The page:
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Understanding fertility language

Have you ever found yourself confused by all the abbreviations we use here at FA? Don't worry, we've got you covered!

Below are the most common terms you may come across
  • Clomiphene & Letrozole A pill usually taken for 5 days early in the menstrual cycle that increases the number of follicles that grow in the ovary. Commonly used in Ovulation Induction.
  • Ovulation Induction 'OI' is a treatment to induce ovulation in women with irregular or absent cycles.
  • Intra-Uterine-Insemination 'IUI' is when sperm is placed directly into the uterus
  • In Vitro Fertilisation 'IVF' It strictly means adding sperm and egg together outside the body, but it is usually used to describe the whole process covering medications, egg collection, fertilisation, and embryo transfer.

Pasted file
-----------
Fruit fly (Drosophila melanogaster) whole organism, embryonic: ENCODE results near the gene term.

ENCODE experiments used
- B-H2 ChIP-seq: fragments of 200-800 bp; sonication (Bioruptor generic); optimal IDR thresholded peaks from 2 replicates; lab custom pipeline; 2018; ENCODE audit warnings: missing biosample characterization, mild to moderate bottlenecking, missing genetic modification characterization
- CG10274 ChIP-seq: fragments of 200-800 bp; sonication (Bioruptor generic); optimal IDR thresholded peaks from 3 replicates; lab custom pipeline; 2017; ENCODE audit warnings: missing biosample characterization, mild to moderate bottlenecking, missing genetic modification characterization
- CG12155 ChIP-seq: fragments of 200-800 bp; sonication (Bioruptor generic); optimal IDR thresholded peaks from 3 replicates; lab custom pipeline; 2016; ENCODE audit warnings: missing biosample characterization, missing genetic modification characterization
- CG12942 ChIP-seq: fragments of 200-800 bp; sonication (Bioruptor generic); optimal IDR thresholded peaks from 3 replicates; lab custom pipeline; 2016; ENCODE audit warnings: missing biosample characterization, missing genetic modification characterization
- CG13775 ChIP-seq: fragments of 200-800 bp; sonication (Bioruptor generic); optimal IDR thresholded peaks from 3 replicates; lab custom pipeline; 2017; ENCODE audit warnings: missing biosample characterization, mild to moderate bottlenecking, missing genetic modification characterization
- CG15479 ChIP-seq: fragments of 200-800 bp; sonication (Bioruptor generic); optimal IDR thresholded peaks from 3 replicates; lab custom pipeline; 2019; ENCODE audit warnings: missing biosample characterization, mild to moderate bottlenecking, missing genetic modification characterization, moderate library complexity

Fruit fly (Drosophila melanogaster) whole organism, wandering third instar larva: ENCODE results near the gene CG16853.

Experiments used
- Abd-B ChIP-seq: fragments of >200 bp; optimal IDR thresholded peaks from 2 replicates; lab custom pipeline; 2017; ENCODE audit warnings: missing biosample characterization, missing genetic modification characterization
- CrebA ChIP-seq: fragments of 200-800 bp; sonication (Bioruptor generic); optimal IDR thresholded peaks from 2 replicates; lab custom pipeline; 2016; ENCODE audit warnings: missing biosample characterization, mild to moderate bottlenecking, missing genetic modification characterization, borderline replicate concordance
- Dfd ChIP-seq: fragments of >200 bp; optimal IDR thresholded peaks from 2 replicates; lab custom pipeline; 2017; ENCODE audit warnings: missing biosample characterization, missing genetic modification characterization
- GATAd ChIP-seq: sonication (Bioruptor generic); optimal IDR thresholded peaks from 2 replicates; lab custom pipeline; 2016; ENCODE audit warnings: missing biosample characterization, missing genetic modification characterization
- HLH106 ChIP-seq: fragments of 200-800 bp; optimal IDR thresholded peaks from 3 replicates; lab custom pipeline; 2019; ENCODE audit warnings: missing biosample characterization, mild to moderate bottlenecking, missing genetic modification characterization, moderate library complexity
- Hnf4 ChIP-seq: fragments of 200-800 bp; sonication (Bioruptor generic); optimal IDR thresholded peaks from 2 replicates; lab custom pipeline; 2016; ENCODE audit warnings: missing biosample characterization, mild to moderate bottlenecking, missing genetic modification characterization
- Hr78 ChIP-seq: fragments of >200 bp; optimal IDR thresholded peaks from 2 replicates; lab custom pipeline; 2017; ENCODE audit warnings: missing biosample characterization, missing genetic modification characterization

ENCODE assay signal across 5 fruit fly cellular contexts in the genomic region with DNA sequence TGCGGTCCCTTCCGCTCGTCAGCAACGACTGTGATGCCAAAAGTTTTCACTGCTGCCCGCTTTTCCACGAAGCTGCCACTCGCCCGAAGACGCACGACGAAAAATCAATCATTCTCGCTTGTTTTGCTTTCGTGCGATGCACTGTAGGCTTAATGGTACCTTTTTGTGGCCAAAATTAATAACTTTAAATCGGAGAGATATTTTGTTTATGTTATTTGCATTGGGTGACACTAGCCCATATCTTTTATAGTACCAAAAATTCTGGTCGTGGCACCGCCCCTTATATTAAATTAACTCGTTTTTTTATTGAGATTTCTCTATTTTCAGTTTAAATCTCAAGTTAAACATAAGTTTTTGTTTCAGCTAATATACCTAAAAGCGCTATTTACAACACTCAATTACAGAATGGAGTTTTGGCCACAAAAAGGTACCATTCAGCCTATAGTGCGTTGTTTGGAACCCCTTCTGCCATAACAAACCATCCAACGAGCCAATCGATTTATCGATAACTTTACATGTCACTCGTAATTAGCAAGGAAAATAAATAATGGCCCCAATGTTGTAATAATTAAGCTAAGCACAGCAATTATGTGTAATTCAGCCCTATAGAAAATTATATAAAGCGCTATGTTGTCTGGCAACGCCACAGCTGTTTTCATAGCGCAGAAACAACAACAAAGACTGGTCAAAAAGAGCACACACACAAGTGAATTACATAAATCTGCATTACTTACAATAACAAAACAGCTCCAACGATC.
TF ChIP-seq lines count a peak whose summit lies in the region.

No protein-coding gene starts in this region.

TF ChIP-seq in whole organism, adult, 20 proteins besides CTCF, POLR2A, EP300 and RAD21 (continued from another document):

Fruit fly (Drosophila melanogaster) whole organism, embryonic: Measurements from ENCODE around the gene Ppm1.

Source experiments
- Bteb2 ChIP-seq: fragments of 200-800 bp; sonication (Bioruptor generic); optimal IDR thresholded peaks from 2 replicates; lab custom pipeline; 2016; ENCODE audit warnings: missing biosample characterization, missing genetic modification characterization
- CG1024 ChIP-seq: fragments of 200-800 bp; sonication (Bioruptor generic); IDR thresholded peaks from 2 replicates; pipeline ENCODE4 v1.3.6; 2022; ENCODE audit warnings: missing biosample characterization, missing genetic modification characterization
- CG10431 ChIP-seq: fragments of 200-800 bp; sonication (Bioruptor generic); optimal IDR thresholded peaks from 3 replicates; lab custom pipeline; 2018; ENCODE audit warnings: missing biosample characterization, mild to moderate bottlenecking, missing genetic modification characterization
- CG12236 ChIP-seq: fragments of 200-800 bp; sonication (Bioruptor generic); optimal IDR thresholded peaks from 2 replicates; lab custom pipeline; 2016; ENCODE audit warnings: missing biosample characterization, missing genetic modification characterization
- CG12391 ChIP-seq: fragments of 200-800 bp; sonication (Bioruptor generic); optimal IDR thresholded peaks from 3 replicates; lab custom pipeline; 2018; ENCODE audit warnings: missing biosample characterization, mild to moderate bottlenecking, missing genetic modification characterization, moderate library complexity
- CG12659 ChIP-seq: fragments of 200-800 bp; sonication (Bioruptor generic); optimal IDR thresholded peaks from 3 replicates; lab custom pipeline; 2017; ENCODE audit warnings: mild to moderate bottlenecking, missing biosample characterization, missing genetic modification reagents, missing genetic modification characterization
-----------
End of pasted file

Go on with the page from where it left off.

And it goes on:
• Intra-Cytoplasmic Sperm Injection - 'ICSI' - Surely one of the craziest bits of IVF jargon – it simply means a single sperm is injected into each egg when the sperm cannot do this job themselves.
  • Intra-cytoplasmic Morphologically selected Sperm Injection - 'IMSI' An even worse bit of jargon describing ultra-high magnification of sperm before they are selected for ICSI.
  • In Vitro Maturation - 'IVM' is a variation of IVF that starts with immature eggs collected without using ovarian stimulation.
  • Donor Sperm - 'DS' (formerly called Donor Insemination). Donor sperm can be used with IUI and IVF.
  • Donor Oocyte or donor eggDO - ‘oocyte’ is the scientific name for an egg. Donor egg is when another woman’s egg is used in an IVF cycle.
  • Donor embryo 'DE' - is when an embryo is donated to someone who is not the biological parent.

Language used during an IVF Cycle

  • Cycle - One course of treatment. With IVF, this is from Day 1 through to the pregnancy test.
  • OPU - Oocyte PickUp – also known as egg collection, when the eggs are taken from the ovaries.
  • ET - Embryo Transfer – when the embryo(s) is transferred back into the uterus. SET Single Embryo Transfer – when only one embryo is transferred into the uterus at a time.